Joe Berlinger's introduction to self-help guru Tony Robbins came four years ago in Palm Springs.
And it wasn't pretty.
Berlinger, an Academy Award nominated, two-time Emmy and Peabody winning director, was introduced to Robbins through mutual friends and invited to the 2012 “Date with Destiny” event held in Palm Springs that year.
“I’m a busy person and I never take the time to better myself, so I paid for my hotel and airfare and was Tony’s guest,” Berlinger recals. “The first day, I hated the experience. You’re paired with strangers to share deep feelings…and all my red flags and alarm bells were going off. My wife encouraged me to stick it out another day.”
Berlinger says he participated in a revealing guided memory exercise and witnessed positive interventions that he characterizes as “profound transformations,” including a Wounded Warrior with severe PTSD who “completely turned around.”
“I went from trying to escape to having a truly fulfilling and inspirational experience that I wanted to share,” Berlinger says. “I wasn’t going there to make a film, but it hit me that I wanted to share with the world Tony’s true passion to give back and end people’s suffering. I just found him to be totally committed to idea of helping people reshape their lives and how they can change their lives in a moment if given the right tools. He’s authentically a caring person.”
Director Joe Berlinger (right) earned the trust of Tony Robbins (left) to film behind-the-scenes of “Date with Destiny.”
The result is a documentary that will bring both Berlinger and Robbins back to Palm Springs where Tony Robbins: I am Not Your Guru will open the American Documentary Film Festival on March 31 at Camelot Theatres. Berlinger’s film takes the audience on an intimate tour of Robbins “Date with Destiny” program, a six day immersive, potentially life changing, self-discovery seminar series.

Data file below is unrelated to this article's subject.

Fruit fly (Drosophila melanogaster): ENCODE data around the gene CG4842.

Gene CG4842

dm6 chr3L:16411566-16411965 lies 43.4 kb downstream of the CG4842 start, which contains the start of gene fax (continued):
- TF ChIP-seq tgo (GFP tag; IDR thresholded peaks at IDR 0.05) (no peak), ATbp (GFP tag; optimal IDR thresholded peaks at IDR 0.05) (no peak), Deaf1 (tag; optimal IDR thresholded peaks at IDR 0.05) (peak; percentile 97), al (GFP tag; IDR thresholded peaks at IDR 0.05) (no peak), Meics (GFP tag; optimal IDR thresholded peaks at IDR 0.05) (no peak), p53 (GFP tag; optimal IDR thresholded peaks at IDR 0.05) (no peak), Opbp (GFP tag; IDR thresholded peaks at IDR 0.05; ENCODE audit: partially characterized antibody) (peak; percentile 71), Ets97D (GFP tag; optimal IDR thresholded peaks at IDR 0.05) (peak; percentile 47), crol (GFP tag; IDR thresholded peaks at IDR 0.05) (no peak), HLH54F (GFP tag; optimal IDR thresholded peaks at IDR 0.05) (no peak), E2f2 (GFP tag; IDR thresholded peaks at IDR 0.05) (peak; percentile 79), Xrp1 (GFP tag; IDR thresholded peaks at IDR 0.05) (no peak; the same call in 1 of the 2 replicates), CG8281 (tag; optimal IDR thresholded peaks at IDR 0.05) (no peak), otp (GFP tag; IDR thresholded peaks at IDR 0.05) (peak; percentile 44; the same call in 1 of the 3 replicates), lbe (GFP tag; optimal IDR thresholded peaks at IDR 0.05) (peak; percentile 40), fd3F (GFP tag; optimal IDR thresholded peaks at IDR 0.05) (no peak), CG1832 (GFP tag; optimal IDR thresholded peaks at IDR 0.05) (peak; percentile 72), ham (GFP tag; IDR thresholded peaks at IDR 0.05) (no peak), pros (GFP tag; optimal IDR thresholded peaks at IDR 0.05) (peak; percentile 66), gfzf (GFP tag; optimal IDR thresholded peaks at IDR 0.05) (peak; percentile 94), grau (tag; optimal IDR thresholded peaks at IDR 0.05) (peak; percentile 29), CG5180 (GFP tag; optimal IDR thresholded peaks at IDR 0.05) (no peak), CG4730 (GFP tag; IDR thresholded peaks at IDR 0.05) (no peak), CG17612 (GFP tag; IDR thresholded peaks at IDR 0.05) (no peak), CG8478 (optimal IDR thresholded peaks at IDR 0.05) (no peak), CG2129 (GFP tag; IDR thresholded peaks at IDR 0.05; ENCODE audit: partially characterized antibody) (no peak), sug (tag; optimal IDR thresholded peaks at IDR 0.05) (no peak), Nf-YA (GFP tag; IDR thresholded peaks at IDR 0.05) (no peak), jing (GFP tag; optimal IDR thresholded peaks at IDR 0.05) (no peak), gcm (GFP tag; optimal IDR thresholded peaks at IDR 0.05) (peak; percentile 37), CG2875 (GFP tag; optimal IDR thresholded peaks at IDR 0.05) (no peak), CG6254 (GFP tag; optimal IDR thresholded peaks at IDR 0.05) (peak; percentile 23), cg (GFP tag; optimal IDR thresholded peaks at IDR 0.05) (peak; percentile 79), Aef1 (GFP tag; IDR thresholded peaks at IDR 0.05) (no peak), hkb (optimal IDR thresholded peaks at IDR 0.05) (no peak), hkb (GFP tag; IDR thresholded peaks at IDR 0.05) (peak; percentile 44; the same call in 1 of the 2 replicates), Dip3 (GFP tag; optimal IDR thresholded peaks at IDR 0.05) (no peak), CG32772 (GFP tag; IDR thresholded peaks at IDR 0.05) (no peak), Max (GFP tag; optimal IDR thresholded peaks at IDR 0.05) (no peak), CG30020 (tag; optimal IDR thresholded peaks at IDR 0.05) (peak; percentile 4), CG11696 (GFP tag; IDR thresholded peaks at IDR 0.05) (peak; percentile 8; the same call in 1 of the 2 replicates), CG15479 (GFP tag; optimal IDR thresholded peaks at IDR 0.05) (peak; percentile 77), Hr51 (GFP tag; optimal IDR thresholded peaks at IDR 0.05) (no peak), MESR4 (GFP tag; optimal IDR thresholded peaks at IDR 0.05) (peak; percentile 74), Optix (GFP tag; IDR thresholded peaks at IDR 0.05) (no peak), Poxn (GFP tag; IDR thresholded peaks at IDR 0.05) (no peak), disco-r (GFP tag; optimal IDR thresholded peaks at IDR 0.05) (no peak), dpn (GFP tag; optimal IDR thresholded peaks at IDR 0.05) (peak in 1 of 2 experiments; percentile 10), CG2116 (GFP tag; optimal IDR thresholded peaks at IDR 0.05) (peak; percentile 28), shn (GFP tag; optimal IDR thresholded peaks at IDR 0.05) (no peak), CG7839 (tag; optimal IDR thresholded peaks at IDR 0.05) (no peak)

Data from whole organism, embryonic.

After his experience at “Date with Destiny,” Berlinger says he reached out to Robbins, who wasn’t sure he wanted to make a film. Eventually, he built the trust necessary to gain back stage access to film the inner workings and energy that goes into pulling off “Date with Destiny,” which can host as many as 2,500 people.
Television movie streaming giant Netflix came in as producers midway through production, and will be launching the film globally on their service starting July 15.
Much of Berlinger's subject matter is known to shine a light on social injustices including his environmental eye-opener, Crude, and the Emmy –winning HBO series Paradise Lost about wrongful convictions.
The documentary on Robbins is Berlinger’s 12th documentary feature and a bit of a departure from some of his more hard core, hard hitting commentaries. However, Berlinger found the movie touches upon similar themes highlighting the connections between human dissatisfaction and social injustice.
“This is a different kind of film about growing and changing in a good way,” he says. “This film is stylistically and thematically different (from past works), but what better way to grow and change then to do a film about growth and change. I think there would be less need to point out social ills if people, in general, were more satisfied with the direction of their own lives and people felt more deeply human connections.”
He does say have one concern about the film. “If people know my work… people know that I take on social injustice. This is not about the dark side of Tony Robbins,” he says. “This six-day event (Date with Destiny), eventually, led to a satisfying feature film with dramatic structure. It’s very compelling, very dramatic. I want people go in with a open mind. I think audiences, if they have an open mind, will be deeply moved and this can translate to people thinking about their own lives more deeply.”
American Documentary Film Festival, March 30 to April 4, Camelot Theatres, 2300 E. Baristo Road, Palm Springs, www.americandocumentaryfilmfestival.com